Clever Voter: Not changing or at least reforming the corrupt patronage system is a lousy excuse.

Feudalism and rent-seeking behaviour are rampant and still thriving in many parts of the economy. Harapan lacks the guts to push for change simply because of the fear of losing its fragile vote bank.

In many instances, we see the continuation of such a bad system as a result of apathy or a lack of will to introduce real change.

Syed Saddiq was part of a new generation that advocated for change, and for many who listened to his U-turn, it is simply disappointing. Syed Saddiq needs no reminder that change takes time, and he could at least give a more intelligent answer.

Roger_5201: Dear Syed Saddiq, doing nothing is also not an option.

Harapan has reneged from something as simple as recognising the Unified Examination Certificate (UEC) to ratifying the International Convention on the Elimination of All Forms of Racial Discrimination (Icerd).

Why bother with the GE14 manifesto if you never intended to keep it?

Mahu See Lui: Push for reforms now while you still have four years for them to take effect. You may well lose some electoral support, but at least the job is done for the good of the nation. That's what you have been elected to do, instead of looking towards the next election.

There is no guarantee that you will win in the next election, and if reforms promised have not been effected by then, the state of the nation will worsen.

If not, you would have wasted five years and destroyed the aspirations of Malaysians who elected you. Stop thinking of the next election and start doing what you promised.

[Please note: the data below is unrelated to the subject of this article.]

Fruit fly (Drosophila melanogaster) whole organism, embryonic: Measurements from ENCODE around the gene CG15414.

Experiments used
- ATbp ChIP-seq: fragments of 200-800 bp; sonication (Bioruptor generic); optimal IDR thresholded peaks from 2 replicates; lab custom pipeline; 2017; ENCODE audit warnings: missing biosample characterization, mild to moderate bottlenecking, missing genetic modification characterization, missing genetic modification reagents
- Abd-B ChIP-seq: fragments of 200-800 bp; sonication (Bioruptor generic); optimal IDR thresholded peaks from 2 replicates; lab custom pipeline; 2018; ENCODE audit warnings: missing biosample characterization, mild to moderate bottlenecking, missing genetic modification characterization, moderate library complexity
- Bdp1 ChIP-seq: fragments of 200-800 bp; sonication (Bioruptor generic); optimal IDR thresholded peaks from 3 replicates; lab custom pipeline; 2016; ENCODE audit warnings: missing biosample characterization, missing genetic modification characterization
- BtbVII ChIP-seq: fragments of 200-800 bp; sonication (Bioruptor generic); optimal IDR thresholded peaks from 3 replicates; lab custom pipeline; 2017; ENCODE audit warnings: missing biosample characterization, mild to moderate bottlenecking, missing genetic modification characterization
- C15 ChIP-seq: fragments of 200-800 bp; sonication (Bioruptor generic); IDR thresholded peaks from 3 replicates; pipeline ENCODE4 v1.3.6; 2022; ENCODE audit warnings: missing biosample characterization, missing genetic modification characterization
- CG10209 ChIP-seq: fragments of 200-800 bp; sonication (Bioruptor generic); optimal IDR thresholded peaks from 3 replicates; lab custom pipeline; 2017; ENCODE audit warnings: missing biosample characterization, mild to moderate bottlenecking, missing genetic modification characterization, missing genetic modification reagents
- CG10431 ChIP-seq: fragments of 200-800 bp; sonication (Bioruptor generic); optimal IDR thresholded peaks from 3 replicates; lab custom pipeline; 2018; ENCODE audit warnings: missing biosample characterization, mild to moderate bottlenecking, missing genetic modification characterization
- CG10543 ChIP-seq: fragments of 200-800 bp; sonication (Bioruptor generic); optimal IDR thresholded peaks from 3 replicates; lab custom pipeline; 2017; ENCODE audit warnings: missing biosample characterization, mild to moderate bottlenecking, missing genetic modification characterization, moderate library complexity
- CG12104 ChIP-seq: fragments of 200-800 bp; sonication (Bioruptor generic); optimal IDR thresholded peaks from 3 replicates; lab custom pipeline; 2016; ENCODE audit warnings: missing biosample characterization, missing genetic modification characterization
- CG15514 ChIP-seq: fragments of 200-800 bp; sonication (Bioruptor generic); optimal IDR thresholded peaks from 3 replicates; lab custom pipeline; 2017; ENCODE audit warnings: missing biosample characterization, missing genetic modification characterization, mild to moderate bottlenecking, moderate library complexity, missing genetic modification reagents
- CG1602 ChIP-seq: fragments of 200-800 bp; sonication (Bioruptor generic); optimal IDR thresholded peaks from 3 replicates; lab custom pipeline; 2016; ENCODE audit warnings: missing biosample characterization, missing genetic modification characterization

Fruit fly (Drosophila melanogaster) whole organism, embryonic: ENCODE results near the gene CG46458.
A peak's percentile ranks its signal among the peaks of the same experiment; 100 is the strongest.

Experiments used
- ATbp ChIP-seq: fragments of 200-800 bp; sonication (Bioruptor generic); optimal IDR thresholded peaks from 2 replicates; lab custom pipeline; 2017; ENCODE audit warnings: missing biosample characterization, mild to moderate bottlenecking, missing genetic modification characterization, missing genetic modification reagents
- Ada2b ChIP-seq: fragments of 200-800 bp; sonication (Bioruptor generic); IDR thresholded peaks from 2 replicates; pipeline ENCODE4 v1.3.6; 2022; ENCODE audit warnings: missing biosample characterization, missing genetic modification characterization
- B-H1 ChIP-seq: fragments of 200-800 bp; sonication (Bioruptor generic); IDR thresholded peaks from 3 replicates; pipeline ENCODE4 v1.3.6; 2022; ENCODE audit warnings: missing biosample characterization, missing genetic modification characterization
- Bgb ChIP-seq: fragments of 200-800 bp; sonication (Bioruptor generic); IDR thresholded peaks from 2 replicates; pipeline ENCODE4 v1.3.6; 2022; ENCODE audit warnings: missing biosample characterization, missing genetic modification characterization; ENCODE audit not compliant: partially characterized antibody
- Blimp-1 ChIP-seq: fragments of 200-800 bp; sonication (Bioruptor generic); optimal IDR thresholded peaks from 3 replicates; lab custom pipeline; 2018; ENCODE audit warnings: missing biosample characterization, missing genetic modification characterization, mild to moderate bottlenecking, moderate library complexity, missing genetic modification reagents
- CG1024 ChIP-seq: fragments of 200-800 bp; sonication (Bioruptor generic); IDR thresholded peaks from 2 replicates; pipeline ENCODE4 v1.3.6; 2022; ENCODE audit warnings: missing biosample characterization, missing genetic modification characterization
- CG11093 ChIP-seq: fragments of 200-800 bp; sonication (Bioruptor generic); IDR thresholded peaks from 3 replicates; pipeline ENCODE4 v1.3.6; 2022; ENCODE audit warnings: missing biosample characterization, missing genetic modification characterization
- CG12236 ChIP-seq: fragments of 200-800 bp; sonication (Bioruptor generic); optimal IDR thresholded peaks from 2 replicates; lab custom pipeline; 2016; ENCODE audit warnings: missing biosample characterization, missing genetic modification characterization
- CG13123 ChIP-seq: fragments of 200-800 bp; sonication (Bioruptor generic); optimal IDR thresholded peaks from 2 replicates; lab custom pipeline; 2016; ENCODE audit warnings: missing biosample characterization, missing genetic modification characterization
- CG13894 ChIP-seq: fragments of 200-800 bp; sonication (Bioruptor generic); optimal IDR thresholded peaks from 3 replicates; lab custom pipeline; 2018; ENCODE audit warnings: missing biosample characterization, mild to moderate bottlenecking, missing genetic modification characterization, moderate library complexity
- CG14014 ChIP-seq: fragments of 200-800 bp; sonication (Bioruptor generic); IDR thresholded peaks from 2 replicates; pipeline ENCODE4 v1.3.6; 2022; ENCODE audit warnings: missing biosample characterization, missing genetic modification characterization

You are already thinking of protecting yourself even before you have done anything substantial. No wonder, the people are disappointed with Harapan.

Wednesday, February 27, 2019

Will Mahathir go after 2 years?

Malaysiakini - How to make two years last forever by Martin Vebgadesan:

I once observed that it was a managerial tactic to offer “two years” as a convenient timeframe to put off a decision that it didn’t really want to make.

“How long will I be in Ipoh?” asked a friend who was being transferred out of Petaling Jaya. “Two years” she was told. A year-and-a-half later she inquired again, and “two years” was the ubiquitous reply. She resigned soon after the original two-year deadline came and went.

This time around, while the principle is the same, the “two years” affects all of us. It’s a by-product of an unwieldy election agreement by people who have since repeatedly told us that they never expected to win. And that’s probably why they never agreed on a timeframe when the four Pakatan Harapan parties inked the deal on Jan 6, 2018. The order of succession yes, the timing no.

Let’s not forget that it was the coalition, and not an individual or a party, that defeated the Najib Abdul Razak regime. It would not have happened without any one of Bersatu or PKR or DAP or Amanah - or Warisan, for that matter. And it certainly wouldn’t have happened without the will of the people.

The “two years” figure cropped up quickly after May 9, but I don’t recall it being in the mix when PKR and DAP loyalists were being persuaded to rally behind Dr Mahathir Mohamad.

It was just a convenience, and only became part of the equation when the “new” prime minister asked for two years to fix the problems he had inherited. But the more machinations that unfold, the more the “two years” looks like a ploy to buy time.